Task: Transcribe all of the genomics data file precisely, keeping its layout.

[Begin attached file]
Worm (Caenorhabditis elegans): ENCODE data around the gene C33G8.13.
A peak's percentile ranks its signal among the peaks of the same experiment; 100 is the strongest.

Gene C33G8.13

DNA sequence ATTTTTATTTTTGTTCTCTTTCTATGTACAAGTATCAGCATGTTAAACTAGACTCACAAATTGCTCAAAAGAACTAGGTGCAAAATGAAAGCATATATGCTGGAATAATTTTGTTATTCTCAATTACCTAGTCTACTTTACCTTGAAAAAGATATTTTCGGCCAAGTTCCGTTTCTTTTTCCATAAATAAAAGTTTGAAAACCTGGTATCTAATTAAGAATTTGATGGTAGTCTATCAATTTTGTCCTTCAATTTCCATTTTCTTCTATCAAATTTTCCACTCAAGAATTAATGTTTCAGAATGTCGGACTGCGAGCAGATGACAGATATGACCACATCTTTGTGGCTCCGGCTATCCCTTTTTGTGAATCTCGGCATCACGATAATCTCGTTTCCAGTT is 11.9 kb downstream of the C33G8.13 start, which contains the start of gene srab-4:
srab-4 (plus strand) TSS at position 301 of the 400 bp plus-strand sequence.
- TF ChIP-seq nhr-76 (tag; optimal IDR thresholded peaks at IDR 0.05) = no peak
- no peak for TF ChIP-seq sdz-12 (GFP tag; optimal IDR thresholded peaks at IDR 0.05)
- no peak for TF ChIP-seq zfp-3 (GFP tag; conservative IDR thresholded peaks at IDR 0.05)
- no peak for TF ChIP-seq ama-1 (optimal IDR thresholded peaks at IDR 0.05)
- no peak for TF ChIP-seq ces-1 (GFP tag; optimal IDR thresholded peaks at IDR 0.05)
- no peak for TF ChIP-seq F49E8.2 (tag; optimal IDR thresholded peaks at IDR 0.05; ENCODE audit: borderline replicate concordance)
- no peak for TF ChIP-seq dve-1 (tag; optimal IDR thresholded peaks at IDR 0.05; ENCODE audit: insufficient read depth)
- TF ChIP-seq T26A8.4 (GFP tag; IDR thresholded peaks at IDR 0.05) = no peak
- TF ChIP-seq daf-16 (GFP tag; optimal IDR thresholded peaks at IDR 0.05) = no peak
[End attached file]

Worm (Caenorhabditis elegans): ENCODE data around the gene C33G8.13.
A peak's percentile ranks its signal among the peaks of the same experiment; 100 is the strongest.

Gene C33G8.13

DNA sequence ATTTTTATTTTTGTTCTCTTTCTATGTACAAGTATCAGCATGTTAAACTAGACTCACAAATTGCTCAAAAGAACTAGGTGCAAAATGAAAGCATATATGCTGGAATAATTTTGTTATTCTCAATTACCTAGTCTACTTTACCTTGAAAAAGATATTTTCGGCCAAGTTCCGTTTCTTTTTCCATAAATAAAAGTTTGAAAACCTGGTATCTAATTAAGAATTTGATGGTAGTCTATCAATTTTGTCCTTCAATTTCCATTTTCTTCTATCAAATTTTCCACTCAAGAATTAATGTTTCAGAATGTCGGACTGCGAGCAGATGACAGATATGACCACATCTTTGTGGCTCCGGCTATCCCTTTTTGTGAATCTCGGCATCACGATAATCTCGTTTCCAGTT is 11.9 kb downstream of the C33G8.13 start, which contains the start of gene srab-4:
srab-4 (plus strand) TSS at position 301 of the 400 bp plus-strand sequence.
- TF ChIP-seq nhr-76 (tag; optimal IDR thresholded peaks at IDR 0.05) = no peak
- no peak for TF ChIP-seq sdz-12 (GFP tag; optimal IDR thresholded peaks at IDR 0.05)
- no peak for TF ChIP-seq zfp-3 (GFP tag; conservative IDR thresholded peaks at IDR 0.05)
- no peak for TF ChIP-seq ama-1 (optimal IDR thresholded peaks at IDR 0.05)
- no peak for TF ChIP-seq ces-1 (GFP tag; optimal IDR thresholded peaks at IDR 0.05)
- no peak for TF ChIP-seq F49E8.2 (tag; optimal IDR thresholded peaks at IDR 0.05; ENCODE audit: borderline replicate concordance)
- no peak for TF ChIP-seq dve-1 (tag; optimal IDR thresholded peaks at IDR 0.05; ENCODE audit: insufficient read depth)
- TF ChIP-seq T26A8.4 (GFP tag; IDR thresholded peaks at IDR 0.05) = no peak
- TF ChIP-seq daf-16 (GFP tag; optimal IDR thresholded peaks at IDR 0.05) = no peak